In his retirement he was well-liked, and turned down the offer of the Presidency in favour of private directorships. He received a number of honours, including the naming of the Jack Lynch road tunnel under the River Lee in Cork. He died in 1999 and his funeral procession attracted huge crowds.
The son of W.T. Cosgrave, Liam Cosgrave (1920—2017) is the only Taoiseach descended from a predecessor. He held office in between Jack Lynch's two terms, and inherited the growing problem in Northern Ireland. As well as this he had a number of his own problems, including the energy and inflation crisis caused by the Yom Kippur War of October 1973, his party's electoral defeat in the presidential election that same year, and the political opposition to his party's planned legalisation of contraceptives, a matter which resulted in Cosgrave (despite being Taoiseach) voted against his own administration in the Dáil. A brief solution to The Troubles ended in failure a year later. Cosgrave was the first Taoiseach to speak before a Joint Session of the United States Congress.
He largely stayed out of public life after his retirement in 1981. In 2010, he made a rare public appearance at the launch of a biography of John A. Costello, his Fine Gael predecessor as Taoiseach. He died in 2017.
Charles J. Haughey (1925—2006) is probably the most polarising of all the people on this list. Opinions on him range from saint to Jerk with a Heart of Gold to Ireland's answer to Richard Nixon. Even before his premiership, he achieved infamy for being one of two government ministers found to be running arms to the IRA during The Troubles. He was dismissed from frontline politics, but staged a return a few years later with grassroots support, much to then Taioseach Jack Lynch's chagrin. He attained the premiership in 1979, and oversaw Ireland's first economic recession in the 1980s. Naturally he was blamed for this, though as well as the typical amount of blame that befalls any national leader during economic hardship, Haughey came in for special criticism. He infamously gave a televised address to the nation in 1980 where he told the public that "we are living well beyond our means", proceeded to crank up government spending, taxation and borrowing for his first two terms, and then introduced severe austerity policies upon returning to power in 1987 - this is a man who was living in an actual mansion and owned his own island.
By the time of his retirement in 1992, his reputation (which had already weathered the economic mismanagement of his first two terms) had been extremely damaged from the revelations. He became subject to numerous tribunals and investigations until his death in 2006. His biggest legacy is the unintended shift in Fianna Fáil's image from patriotic idealists to corrupt greedy politicians.
Taoiseach for those parts of the 80s when Haughey wasn't, Garret FitzGerald (1926—2011) had the advantage over his rival of not being accused of shady financial dealings. He was, however, criticised for being too intellectual at times. He brought the Fine Gael party to its strongest position yet, a feat the party finally repeated and surpassed in 2011. Taking an active interest in the ongoing conflict in Northern Ireland, FitzGerald attempted to co-operate with Margaret Thatcher to find a solution. The resulting Anglo-Irish Agreement in 1985 fell short of its aims when Thatcher rejected several proposals, and in the end it only really managed to upset both sides.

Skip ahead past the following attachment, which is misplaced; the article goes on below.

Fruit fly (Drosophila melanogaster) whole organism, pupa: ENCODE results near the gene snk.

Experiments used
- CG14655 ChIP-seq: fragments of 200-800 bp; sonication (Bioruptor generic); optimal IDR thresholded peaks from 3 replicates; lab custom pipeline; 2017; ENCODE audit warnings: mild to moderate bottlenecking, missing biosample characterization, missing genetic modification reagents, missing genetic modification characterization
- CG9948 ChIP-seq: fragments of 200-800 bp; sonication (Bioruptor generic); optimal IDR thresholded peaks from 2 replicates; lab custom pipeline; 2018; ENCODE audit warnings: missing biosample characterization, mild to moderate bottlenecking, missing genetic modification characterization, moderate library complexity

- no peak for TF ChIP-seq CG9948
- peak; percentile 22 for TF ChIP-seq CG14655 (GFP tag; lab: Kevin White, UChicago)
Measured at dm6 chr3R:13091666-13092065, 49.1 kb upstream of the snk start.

As well as dealing with The Troubles and the economic crisis, FitzGerald worked on trying to liberalise Irish society. He had only limited success, and a referendum on the legalisation of divorce was defeated in 1986. Nonetheless, his efforts may have played a part in kickstarting the liberalisation that did happen in the 1990s and 2000s.
Retired in 1992, but still attended public engagements despite his advanced age, until his death in 2011.
A government minister under Charles Haughey, Reynolds (1932—2014) became Fianna Fáil leader and Taoiseach after scandals pushed the increasingly unpopular Haughey out of office for the last time. He has had the shortest tenure of any Taoiseach so far, at just two years (other Taoisigh may have had shorter terms, but they at least had more than one). Much of these two years were dogged by controversy, as well as the spectre of corruption visited by Haughey over the party. In 1994, his administration collapsed when it was revealed that the Attorney General had played a part in covering up the actions of a paedophile priest in the country. The Labour Party, who were in coalition with Fianna Fáil, withdrew their support and joined Fine Gael in forming the next government, pending the next general election in 1997.
He retired after the 2002 general election and mostly kept out of public life until his death in August 2014.
John Bruton (b 1947) holds the honour of being the Gerald Ford of Irish politics. When Albert Reynolds' government collapsed in a cloud of corruption allegations due to the defection of the Labour Party, Bruton's Fine Gael formed a new government with them and he became Taoiseach. The Bruton years saw marked economic growth and an improvement in the standard of living, but a worsening situation in Northern Ireland. A series of IRA attacks in London and Manchester, as well as the IRA killing of an Irish police officer had increased the pressure on politicians to do something. Bruton's attempts to end the crisis with diplomacy led to him being dubbed "John Unionist" for his acquiescence to Unionist demands, as well as his rather verbose welcome to Prince Charles when the latter made the first British royal visit to Ireland since independence.